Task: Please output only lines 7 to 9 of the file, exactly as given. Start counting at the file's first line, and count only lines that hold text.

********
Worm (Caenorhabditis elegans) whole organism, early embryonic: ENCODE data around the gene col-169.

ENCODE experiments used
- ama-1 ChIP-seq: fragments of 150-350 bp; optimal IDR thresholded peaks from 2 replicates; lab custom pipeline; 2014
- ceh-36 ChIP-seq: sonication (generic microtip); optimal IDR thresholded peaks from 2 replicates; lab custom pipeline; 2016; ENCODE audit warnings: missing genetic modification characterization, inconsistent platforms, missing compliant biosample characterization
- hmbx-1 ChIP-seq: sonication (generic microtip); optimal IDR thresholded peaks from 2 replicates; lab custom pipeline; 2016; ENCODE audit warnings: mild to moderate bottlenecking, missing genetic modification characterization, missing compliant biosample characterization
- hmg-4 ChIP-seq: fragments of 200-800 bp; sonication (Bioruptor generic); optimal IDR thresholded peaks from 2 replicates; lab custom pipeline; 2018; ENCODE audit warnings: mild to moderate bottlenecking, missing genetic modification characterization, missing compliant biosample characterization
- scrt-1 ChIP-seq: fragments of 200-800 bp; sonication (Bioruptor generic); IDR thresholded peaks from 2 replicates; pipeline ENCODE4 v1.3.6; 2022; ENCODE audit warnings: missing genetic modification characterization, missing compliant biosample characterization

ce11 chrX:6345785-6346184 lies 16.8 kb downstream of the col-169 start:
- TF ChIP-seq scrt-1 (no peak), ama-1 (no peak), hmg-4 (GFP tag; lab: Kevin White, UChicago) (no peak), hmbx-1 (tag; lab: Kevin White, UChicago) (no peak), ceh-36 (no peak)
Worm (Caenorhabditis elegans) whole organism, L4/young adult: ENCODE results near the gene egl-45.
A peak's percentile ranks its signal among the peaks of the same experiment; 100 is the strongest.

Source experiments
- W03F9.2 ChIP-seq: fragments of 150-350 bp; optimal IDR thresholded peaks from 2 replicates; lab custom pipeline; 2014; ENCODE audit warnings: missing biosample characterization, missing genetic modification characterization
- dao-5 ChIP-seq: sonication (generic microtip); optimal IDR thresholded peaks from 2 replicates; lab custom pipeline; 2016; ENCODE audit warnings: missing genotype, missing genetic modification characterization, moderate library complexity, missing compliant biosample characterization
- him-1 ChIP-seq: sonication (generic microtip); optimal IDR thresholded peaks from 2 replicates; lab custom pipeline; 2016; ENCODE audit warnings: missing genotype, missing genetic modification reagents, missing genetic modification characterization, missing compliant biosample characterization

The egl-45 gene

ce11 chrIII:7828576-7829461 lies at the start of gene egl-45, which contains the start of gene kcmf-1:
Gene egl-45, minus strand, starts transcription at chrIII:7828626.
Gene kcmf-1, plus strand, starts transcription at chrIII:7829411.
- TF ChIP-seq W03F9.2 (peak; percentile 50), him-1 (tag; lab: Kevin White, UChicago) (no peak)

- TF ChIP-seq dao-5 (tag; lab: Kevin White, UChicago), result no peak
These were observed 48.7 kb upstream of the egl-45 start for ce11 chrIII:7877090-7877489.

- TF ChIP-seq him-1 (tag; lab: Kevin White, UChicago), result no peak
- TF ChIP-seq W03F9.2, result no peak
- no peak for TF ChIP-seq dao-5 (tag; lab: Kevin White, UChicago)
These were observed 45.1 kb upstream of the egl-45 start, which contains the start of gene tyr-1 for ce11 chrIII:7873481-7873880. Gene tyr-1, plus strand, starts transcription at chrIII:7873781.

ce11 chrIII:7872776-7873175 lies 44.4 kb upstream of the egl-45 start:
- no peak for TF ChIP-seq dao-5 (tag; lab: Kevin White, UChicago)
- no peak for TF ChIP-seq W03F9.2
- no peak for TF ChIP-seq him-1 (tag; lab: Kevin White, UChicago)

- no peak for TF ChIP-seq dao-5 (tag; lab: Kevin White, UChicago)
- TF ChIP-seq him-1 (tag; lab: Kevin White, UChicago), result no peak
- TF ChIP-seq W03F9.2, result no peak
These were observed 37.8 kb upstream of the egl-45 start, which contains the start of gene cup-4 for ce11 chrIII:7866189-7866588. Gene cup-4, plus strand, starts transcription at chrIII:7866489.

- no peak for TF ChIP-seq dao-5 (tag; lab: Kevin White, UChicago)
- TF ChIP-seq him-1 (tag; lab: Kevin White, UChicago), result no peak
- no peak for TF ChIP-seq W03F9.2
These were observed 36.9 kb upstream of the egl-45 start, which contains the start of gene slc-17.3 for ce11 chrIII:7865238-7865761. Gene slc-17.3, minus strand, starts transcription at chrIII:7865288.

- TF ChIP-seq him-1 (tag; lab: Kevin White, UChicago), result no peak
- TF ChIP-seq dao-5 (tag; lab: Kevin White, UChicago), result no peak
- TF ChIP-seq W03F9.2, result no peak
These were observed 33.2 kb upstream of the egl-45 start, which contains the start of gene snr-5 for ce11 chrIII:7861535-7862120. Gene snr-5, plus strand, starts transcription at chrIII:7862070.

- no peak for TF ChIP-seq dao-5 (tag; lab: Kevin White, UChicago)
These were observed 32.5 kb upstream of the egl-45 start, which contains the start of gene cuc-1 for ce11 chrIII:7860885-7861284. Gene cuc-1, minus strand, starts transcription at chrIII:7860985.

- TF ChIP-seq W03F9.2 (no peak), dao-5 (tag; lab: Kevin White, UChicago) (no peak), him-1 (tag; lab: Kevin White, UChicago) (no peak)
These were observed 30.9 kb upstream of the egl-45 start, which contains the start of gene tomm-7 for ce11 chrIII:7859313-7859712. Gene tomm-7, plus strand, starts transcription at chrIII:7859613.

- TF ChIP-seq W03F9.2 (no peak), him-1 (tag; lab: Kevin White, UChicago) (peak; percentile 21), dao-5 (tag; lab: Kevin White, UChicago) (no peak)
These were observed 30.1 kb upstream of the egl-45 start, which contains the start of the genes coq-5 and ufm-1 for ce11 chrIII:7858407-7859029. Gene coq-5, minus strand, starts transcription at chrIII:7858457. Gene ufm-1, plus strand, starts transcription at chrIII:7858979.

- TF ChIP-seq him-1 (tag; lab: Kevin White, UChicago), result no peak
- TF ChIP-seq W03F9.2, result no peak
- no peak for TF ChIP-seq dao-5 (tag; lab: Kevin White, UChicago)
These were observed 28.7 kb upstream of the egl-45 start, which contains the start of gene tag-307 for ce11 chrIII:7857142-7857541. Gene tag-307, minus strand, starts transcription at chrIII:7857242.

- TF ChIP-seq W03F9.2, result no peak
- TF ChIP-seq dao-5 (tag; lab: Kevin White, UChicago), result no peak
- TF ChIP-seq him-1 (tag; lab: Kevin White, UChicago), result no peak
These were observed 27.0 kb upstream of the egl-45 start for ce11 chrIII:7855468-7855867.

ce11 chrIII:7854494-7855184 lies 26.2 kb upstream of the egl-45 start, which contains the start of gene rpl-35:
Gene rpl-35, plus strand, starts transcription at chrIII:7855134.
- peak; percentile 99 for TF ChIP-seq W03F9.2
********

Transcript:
- scrt-1 ChIP-seq: fragments of 200-800 bp; sonication (Bioruptor generic); IDR thresholded peaks from 2 replicates; pipeline ENCODE4 v1.3.6; 2022; ENCODE audit warnings: missing genetic modification characterization, missing compliant biosample characterization

ce11 chrX:6345785-6346184 lies 16.8 kb downstream of the col-169 start:
- TF ChIP-seq scrt-1 (no peak), ama-1 (no peak), hmg-4 (GFP tag; lab: Kevin White, UChicago) (no peak), hmbx-1 (tag; lab: Kevin White, UChicago) (no peak), ceh-36 (no peak)